A Sonnet for Hestia
Holy Hestia, Mother of Hearth and Fire,
Thou of softest smile and dimpled cheek,
Thine home is not in temple's burning pyre
But in the cherry flame of homefire meek.
At every kitchen stove and fireplace
The pious heart Thine presence permeates.
Thy flame doth warm the home with love and grace.
Yet ne'er forget the burns Thy flame creates.
Thou art our center, focus, and our love;
Thine prayers are said as every fire is lit.
O Hestia, Virgin One we now sing of,
To Thine gentle form this piece is writ.
Belov'd Daughter of Zeus, let all proclaim
The central place each has for Thine great flame!
I wrote this Sonnet in October of last year, and I felt like sharing it today. Since we're switching stoves out, our Hestia flame is gone for a short while. But my altar stays, as you can see, and it contains the items that remind me of her always. It is always a bit crowded on her altar, perhaps because I seem to want to squish all my tiny kitchen tools on there. It's nice, though, and cheery. I see it every time I am in the kitchen.
My pretty chicks have grown into handsome hens! Today we cleaned out the hen-house, and put down fresh straw and food and such. We're all set for the winter. I even managed to get a timer onto their coop light, so they'll have a good day/night cycle. We started getting eggs, about three a day so far, and I want to encourage them to continue that! I'm pleased with how nice the chickens look. They're plump, strong, well feathered, and have bright wattles. These ones are going to get names once we're through the winter, and I'll be banding their legs as well. They've become terribly tame, and will come when you call out, "Chick chick chick!" which is what I call when I have special treats or food for them. They even got to run around outside of the coop for an hour (in the rain, mind you) today, as we were cleaning it out. I think they had a good time. I suspect I'll do that more, now that everything is all neatened up in the coop!
Now that is a picture of preservation. Look at all the jars of tomatoes, pickles, dilly beans, jam, corn, etc. It's a great thing to have all that food stored away. If you peek over the edge of the top rack, you can just see the buckets of lettuce we have growing in the basement, as well. We plan on having fresh salad as part of our Thanksgiving meal. I'm especially pleased with those jars of little round things you can see (try clicking on the photo to make it larger): those are our pears. A close friend was over for a few days and spent almost all of her available time canning our pears for us. Bartlett pears are a favorite of mine, and the idea that I can pull a jar off the shelf anytime over the winter, and have that late autumn crispness, is a major thought of happiness for me.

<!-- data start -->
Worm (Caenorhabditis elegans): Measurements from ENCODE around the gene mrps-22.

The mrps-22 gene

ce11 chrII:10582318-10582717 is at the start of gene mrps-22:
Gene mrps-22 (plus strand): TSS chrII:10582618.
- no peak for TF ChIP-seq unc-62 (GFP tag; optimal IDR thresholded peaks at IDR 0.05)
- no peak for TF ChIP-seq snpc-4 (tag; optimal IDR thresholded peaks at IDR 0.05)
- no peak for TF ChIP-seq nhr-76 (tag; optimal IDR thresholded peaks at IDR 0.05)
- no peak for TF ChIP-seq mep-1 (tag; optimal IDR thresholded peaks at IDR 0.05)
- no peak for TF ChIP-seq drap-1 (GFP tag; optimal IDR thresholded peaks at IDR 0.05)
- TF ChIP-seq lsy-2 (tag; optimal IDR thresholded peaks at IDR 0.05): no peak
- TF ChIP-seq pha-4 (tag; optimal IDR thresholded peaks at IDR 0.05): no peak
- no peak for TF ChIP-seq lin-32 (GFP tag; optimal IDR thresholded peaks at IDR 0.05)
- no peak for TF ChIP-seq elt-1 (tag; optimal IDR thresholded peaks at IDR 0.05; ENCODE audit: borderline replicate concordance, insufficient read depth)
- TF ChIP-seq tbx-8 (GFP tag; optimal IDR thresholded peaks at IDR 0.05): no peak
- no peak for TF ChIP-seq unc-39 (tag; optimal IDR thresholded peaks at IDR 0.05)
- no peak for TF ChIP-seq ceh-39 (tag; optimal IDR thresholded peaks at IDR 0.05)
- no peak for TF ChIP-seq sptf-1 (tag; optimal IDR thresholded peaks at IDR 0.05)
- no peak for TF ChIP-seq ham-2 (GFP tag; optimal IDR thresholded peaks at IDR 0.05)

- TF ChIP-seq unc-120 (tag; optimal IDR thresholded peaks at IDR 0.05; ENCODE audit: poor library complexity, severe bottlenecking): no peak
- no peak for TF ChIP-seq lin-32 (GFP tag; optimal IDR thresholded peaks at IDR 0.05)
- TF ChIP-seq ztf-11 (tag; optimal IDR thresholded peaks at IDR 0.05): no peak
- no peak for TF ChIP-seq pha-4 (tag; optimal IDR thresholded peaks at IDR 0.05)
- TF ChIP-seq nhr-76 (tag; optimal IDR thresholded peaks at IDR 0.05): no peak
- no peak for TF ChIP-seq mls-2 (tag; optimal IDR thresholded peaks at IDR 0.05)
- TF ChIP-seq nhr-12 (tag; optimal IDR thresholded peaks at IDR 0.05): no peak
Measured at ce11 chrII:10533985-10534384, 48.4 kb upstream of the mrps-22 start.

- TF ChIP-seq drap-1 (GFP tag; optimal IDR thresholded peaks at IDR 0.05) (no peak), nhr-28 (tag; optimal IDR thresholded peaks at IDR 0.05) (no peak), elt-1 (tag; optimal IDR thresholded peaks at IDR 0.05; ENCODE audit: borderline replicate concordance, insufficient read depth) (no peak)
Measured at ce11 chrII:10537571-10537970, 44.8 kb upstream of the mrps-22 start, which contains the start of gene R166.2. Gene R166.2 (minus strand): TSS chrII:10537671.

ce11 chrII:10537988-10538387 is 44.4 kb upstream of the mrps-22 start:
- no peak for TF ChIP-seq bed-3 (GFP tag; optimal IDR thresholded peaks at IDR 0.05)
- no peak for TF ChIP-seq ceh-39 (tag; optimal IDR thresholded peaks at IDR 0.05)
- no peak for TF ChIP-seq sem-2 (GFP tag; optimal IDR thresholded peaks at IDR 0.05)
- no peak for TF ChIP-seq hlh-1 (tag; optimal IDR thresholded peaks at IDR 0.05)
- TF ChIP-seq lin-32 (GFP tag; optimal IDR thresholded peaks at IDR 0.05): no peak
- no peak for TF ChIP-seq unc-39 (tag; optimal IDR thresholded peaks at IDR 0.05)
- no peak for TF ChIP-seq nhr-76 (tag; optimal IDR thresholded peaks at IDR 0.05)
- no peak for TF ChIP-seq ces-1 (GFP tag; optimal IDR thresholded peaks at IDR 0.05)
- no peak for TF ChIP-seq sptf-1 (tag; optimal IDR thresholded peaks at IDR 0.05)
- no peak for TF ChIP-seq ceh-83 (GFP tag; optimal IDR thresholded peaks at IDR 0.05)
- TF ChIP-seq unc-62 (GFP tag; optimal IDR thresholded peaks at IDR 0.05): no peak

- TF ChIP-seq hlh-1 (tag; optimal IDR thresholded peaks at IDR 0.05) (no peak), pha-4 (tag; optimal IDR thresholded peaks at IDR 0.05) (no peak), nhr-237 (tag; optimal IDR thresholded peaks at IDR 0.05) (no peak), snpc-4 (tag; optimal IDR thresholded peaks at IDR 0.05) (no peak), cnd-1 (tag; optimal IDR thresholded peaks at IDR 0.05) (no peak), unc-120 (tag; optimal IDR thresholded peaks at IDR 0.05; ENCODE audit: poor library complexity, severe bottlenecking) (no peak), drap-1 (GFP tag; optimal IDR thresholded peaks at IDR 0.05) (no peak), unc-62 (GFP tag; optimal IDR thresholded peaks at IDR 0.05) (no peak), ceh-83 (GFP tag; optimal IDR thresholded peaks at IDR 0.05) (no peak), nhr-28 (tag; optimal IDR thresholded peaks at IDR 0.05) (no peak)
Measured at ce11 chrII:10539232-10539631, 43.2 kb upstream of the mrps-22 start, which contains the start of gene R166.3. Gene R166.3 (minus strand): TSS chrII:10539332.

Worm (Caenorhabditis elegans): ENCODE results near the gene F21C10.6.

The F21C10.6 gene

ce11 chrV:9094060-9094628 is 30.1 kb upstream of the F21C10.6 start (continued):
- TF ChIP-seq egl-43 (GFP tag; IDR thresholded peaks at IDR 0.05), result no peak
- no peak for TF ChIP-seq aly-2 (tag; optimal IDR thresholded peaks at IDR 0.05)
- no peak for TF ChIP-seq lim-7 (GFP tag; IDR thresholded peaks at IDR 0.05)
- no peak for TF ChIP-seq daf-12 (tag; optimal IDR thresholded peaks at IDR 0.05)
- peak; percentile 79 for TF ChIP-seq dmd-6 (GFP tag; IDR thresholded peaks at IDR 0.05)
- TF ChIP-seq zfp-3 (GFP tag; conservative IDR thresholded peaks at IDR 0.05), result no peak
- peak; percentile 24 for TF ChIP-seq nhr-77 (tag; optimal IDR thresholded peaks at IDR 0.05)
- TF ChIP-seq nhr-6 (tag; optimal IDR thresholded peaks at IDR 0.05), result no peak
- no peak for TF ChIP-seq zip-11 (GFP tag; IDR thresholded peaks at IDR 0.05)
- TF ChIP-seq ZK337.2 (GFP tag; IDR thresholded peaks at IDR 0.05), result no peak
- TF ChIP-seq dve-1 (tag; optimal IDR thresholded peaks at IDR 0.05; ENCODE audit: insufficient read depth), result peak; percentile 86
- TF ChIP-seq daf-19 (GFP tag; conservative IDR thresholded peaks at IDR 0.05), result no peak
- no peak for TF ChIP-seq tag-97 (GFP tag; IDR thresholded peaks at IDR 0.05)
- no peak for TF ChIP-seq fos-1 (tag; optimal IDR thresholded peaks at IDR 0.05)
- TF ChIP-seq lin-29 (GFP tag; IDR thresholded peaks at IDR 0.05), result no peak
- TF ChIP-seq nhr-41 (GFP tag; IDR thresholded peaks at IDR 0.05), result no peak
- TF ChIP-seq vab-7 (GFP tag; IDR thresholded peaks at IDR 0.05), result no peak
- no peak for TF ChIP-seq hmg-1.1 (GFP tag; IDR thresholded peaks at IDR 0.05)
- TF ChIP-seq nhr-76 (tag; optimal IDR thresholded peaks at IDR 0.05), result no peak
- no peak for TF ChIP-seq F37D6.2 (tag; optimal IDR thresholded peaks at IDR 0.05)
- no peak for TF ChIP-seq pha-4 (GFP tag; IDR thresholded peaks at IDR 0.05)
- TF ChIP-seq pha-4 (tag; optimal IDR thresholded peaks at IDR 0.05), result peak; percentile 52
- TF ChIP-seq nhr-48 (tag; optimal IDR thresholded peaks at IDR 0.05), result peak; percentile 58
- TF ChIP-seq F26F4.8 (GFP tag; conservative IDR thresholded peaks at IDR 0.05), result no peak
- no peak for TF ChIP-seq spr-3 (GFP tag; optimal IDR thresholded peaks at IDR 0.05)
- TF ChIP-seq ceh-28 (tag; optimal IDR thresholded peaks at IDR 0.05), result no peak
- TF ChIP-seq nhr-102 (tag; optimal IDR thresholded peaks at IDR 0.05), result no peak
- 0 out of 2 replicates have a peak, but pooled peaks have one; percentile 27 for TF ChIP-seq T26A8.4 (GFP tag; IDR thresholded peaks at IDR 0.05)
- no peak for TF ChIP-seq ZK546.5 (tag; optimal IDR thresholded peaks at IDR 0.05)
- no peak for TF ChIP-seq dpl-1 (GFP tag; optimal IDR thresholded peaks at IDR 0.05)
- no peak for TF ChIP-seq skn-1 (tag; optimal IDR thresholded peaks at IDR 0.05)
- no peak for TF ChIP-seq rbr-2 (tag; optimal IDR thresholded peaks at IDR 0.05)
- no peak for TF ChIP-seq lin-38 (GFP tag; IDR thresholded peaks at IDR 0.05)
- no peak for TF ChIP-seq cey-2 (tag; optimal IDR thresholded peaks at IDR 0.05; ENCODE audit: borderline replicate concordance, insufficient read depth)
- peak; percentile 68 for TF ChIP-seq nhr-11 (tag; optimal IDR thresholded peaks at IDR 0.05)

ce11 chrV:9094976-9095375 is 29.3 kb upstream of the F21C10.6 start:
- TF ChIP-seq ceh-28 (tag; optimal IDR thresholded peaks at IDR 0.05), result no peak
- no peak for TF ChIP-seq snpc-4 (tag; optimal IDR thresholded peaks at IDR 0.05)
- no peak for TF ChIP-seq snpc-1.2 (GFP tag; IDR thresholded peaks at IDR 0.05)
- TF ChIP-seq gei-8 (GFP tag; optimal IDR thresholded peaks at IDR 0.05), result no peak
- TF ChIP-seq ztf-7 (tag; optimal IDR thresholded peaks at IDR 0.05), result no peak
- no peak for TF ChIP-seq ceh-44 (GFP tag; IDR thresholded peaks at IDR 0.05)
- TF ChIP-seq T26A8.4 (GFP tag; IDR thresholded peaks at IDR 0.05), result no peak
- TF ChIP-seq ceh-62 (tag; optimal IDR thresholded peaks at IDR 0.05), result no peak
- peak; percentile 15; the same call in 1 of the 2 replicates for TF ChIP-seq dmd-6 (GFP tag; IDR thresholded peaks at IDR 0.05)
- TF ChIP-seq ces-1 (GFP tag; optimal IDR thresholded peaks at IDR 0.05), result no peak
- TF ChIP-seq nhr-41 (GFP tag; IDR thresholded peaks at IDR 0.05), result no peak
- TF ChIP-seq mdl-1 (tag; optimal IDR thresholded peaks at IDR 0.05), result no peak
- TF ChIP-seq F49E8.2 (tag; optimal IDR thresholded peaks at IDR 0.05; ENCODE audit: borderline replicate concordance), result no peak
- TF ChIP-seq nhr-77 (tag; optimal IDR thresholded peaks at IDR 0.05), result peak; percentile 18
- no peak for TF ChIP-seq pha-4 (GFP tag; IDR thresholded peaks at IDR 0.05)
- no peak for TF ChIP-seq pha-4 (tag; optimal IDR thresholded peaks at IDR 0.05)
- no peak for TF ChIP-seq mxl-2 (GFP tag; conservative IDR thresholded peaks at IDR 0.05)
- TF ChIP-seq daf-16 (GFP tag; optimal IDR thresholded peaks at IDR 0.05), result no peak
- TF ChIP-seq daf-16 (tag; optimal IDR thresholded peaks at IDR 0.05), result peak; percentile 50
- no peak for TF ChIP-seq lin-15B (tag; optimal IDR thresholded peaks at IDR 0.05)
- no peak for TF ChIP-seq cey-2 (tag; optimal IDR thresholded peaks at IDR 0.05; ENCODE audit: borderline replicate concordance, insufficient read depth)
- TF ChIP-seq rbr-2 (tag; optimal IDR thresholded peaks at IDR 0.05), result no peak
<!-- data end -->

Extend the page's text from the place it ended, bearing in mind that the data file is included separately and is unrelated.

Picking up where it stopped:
As Hestia is usually given "first and last" in modern Hellenic traditions (and might have received that honor in ancient times as well), I leave you with an image of one of our many basement wood piles. All over the basement, in neat rows, there are cords and cords of cut wood ready for burning. It's a lovely, warming feeling to know that your house is heated by the fuel that fills your basement! We still have two large piles to bring into the house or stack nearby, but more than half of it is already in the basement, ready for use. We've had the stove on a few times in the past few weeks, but not every day. Soon, it will be every day and all night, kept burning to keep us warm and cozy as the snow falls and the silence of winter surrounds us. Hail Hestia!